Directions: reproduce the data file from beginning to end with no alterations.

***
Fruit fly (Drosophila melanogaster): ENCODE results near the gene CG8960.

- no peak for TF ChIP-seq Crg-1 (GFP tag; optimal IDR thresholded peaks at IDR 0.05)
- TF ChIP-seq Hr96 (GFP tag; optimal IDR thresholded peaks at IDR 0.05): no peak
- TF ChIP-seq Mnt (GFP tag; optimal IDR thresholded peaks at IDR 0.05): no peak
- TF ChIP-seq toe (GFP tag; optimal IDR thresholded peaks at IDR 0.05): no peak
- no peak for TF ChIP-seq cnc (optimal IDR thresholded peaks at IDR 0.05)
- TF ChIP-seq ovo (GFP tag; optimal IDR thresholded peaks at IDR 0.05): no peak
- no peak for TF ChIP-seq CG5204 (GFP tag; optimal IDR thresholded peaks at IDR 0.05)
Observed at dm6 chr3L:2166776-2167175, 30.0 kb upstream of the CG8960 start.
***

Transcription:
Fruit fly (Drosophila melanogaster): ENCODE results near the gene CG8960.

- no peak for TF ChIP-seq Crg-1 (GFP tag; optimal IDR thresholded peaks at IDR 0.05)
- TF ChIP-seq Hr96 (GFP tag; optimal IDR thresholded peaks at IDR 0.05): no peak
- TF ChIP-seq Mnt (GFP tag; optimal IDR thresholded peaks at IDR 0.05): no peak
- TF ChIP-seq toe (GFP tag; optimal IDR thresholded peaks at IDR 0.05): no peak
- no peak for TF ChIP-seq cnc (optimal IDR thresholded peaks at IDR 0.05)
- TF ChIP-seq ovo (GFP tag; optimal IDR thresholded peaks at IDR 0.05): no peak
- no peak for TF ChIP-seq CG5204 (GFP tag; optimal IDR thresholded peaks at IDR 0.05)
Observed at dm6 chr3L:2166776-2167175, 30.0 kb upstream of the CG8960 start.